As global challenges increase, FAO forges even greater partnerships with Non-State Actors
FAO has provided an update on its engagements with non-state actors (NSAs), publishing its Partnerships with Non-State Actors at FAO Progress Report 2020-2021. The paper sets out how the FAO Partnerships and UN Collaboration (PSU) Division has continued to facilitate FAO’s work with a wide range of partners, including civil society organizations, cooperatives, producer organizations, parliamentarians, Indigenous Peoples, academia and research institutes.
The report covers a two-year period that was an extraordinary time for global health. The crisis triggered by the COVID-19 pandemic was on a scale that had not been seen for generations, and its knock-on effects reverberated deeply across every sector and the entire planet. Critical progress in reducing poverty was reversed, with hunger, food insecurity and malnutrition rapidly escalating.
However, other factors were already at play that were laying a difficult path for progress on hunger and poverty. Chiefly, these were the frequency and intensity of climate variability, conflict and economic downturns in general.
These drivers interacted to create multiple, compounding impacts that particularly affected low- and middle-income countries, as well as a generally widespread exacerbation of income inequality in countries both rich and poor.
FAO’s newly published report details what it achieved in this context through its diverse partnerships with NSAs, enacting with them a broad set of strategic engagements at regional, country and global levels.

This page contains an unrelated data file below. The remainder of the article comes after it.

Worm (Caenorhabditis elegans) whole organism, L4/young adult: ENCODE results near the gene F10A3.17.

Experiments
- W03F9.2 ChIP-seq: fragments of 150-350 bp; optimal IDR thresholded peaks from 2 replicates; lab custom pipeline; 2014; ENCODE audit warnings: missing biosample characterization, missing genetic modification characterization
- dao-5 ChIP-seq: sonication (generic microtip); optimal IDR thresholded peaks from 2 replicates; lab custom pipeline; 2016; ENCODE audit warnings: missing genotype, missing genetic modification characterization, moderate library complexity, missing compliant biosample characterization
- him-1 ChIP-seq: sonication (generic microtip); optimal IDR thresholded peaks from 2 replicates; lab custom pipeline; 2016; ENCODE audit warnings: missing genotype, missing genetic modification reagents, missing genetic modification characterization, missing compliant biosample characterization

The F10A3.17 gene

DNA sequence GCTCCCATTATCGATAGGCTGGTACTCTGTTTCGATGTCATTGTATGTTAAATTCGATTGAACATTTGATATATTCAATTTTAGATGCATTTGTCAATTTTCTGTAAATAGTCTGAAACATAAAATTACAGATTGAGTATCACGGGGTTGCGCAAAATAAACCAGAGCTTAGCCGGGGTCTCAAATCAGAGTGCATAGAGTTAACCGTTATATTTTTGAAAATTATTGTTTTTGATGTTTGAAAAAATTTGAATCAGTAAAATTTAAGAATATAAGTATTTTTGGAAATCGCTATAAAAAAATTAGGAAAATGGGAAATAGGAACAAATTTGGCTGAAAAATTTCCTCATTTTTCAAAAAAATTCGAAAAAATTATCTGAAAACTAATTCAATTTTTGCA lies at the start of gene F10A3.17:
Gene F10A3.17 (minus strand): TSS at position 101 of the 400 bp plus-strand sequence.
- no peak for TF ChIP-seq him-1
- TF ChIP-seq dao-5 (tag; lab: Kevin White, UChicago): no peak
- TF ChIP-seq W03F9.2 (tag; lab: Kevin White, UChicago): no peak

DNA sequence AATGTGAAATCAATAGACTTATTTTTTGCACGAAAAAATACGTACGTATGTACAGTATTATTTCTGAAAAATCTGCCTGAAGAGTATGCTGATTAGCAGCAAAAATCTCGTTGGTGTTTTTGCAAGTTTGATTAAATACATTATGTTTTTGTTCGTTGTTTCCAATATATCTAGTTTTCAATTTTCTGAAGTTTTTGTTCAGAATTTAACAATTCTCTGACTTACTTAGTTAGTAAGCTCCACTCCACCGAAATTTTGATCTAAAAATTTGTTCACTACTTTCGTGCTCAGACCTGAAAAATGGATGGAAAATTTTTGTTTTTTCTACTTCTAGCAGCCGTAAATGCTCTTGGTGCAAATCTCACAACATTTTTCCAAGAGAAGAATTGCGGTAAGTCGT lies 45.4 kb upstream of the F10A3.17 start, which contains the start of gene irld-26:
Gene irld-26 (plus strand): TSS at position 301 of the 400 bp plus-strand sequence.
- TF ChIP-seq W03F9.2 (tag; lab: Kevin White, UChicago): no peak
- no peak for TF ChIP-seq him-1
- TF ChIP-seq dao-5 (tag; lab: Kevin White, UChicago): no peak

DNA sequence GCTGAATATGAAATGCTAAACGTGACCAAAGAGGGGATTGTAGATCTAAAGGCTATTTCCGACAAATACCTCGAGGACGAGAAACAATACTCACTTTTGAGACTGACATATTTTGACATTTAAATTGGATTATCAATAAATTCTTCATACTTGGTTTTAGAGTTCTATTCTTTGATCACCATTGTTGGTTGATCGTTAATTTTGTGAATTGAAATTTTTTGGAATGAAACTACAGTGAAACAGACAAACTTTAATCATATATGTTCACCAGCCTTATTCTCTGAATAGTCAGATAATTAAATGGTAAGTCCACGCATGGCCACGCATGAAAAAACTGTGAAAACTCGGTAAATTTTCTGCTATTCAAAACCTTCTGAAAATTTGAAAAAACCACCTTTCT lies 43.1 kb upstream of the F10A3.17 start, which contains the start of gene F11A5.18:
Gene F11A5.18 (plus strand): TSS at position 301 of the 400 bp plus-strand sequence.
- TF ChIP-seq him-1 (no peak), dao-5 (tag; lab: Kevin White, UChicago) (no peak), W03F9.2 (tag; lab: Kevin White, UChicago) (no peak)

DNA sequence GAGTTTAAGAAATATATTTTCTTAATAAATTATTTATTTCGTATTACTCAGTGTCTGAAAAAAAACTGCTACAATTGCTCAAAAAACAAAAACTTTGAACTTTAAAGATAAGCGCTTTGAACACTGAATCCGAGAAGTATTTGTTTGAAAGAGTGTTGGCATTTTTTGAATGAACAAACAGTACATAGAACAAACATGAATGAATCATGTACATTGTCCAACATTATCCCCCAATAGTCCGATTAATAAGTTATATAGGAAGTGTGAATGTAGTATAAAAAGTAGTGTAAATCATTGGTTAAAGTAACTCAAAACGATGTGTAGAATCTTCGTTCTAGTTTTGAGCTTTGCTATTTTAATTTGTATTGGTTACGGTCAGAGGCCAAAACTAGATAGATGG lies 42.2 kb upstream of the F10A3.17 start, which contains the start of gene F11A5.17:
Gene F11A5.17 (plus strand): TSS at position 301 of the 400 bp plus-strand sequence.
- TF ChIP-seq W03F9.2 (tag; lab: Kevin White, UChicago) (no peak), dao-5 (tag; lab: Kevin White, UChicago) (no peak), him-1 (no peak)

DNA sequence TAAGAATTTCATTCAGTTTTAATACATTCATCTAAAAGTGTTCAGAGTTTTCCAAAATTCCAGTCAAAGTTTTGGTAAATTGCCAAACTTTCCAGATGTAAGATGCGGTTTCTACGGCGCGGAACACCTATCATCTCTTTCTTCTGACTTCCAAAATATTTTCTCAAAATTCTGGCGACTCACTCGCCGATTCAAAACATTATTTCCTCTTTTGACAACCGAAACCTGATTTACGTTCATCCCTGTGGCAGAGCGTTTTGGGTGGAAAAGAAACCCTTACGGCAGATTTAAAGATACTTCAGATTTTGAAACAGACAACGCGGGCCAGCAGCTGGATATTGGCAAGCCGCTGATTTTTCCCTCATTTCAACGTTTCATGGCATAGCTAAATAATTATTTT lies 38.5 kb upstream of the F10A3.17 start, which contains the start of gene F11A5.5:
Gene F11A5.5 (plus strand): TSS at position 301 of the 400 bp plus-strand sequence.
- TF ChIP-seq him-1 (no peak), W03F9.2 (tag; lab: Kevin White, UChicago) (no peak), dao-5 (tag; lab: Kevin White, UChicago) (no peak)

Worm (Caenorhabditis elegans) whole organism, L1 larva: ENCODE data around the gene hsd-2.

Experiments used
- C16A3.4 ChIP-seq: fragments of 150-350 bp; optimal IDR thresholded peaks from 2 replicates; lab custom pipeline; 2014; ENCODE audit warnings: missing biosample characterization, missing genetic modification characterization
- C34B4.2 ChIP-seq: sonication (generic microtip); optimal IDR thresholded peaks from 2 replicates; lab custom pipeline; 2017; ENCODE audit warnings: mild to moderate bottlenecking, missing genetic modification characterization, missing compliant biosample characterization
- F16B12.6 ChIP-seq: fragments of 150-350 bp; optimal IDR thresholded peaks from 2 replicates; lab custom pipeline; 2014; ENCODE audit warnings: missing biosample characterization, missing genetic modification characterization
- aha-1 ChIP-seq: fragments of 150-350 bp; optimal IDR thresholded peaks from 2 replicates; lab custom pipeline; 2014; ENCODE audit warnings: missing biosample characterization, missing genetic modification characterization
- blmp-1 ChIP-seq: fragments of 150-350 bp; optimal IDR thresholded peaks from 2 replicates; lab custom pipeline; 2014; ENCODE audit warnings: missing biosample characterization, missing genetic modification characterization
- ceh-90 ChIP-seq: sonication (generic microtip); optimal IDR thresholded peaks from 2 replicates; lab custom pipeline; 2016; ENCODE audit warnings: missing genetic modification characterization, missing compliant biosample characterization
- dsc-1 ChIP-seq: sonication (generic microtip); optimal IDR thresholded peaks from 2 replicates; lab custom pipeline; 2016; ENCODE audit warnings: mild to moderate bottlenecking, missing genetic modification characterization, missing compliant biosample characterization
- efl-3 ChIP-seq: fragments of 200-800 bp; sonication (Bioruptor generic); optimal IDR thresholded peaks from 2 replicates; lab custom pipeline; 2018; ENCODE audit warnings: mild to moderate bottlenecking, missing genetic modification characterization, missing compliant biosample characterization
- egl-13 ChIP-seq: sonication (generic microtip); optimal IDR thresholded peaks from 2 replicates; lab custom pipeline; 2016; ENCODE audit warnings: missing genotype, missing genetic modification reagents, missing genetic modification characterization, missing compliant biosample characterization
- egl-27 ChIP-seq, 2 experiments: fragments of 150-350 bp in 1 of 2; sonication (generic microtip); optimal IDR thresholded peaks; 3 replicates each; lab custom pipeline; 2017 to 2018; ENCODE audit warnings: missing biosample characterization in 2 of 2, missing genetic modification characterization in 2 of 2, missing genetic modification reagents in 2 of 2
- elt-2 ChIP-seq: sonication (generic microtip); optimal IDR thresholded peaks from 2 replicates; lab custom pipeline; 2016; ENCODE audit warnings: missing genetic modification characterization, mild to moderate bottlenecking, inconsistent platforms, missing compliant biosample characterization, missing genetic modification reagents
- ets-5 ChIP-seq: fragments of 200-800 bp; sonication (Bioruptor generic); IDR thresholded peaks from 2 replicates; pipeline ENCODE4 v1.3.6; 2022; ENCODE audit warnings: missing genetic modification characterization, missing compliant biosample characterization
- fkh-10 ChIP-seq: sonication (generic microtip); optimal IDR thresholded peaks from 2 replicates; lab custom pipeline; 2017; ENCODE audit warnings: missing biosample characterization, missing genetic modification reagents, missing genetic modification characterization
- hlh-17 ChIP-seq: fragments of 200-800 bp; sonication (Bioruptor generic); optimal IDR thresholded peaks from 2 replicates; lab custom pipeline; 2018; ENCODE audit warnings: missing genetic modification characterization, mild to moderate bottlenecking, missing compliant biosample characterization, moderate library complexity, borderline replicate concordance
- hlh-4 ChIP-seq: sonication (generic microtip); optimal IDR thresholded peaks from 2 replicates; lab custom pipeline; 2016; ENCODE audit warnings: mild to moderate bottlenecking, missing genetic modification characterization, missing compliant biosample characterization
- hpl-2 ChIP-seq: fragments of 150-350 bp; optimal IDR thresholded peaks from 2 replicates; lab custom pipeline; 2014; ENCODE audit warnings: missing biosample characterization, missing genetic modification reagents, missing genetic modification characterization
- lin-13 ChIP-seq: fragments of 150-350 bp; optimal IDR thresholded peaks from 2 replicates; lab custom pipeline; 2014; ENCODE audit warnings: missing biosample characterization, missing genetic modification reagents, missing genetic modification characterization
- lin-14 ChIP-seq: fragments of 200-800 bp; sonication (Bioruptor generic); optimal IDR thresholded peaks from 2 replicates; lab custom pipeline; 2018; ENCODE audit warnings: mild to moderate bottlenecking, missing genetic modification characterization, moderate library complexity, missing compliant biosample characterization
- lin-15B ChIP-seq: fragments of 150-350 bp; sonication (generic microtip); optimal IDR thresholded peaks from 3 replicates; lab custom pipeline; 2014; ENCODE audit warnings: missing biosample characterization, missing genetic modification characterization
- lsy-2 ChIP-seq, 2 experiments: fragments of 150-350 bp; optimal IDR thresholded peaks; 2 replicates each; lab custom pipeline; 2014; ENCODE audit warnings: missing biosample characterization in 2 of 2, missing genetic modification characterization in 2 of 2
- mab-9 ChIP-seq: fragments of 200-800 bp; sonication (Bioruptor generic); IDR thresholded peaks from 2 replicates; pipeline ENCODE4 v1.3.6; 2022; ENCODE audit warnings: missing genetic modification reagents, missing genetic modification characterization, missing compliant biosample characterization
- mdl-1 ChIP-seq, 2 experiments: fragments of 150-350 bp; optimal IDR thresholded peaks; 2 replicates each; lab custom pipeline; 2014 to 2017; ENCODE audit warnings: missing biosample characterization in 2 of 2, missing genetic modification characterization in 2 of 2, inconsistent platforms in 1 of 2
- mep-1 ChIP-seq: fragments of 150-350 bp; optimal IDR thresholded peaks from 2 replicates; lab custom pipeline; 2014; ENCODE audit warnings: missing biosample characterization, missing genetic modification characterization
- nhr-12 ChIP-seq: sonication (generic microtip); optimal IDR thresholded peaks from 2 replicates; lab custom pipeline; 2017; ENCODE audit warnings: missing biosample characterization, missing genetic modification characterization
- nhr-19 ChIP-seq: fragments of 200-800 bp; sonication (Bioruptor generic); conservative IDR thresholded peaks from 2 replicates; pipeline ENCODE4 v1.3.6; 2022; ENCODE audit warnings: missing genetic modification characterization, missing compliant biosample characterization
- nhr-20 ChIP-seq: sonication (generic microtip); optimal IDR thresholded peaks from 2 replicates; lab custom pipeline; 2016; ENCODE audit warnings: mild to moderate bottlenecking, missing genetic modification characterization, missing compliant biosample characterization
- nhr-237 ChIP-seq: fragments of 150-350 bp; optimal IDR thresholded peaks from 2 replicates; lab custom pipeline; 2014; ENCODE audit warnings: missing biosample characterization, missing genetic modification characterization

It is precisely these types of tactical partnerships that are the key to realising long-term, beneficial changes that can drive vital transformation of agrifood systems. Additionally, they can make real and lasting contributions to the United Nations Sustainable Development Goals (SDGs).
Why does FAO partner with Non-State Actors?
NSAs play a fundamental role in international cooperation and solidarity. They are close to vulnerable populations, they have the ability to scale-up knowledge and innovations, and they seek social justice, providing evidence-based solutions for complex issues.
FAO’s report explores some examples of how its partnerships with NSAs have contributed to work on specific challenges and objectives, including those within the context of the FAO Hand-in-Hand Initiative, the United Nations Decade on Family Farming, the United Nations Food Systems Summit and the COVID-19 crisis.
Underlining FAO’s continued commitment to these collaborations, the report elaborates on the lessons that have already been learned and the success stories that shine as examples of how forward-looking, targeted FAO-NSA partnerships really contribute to the transformation of agrifood systems.
FAO will continue to work closely with NSAs to achieve the goals set out in the FAO Strategic Framework 2022-2031, which support the 2030 Agenda through the transformation to more efficient, inclusive, resilient and sustainable agrifood systems, for better production, better nutrition, a better environment, and a better life – leaving no one behind.
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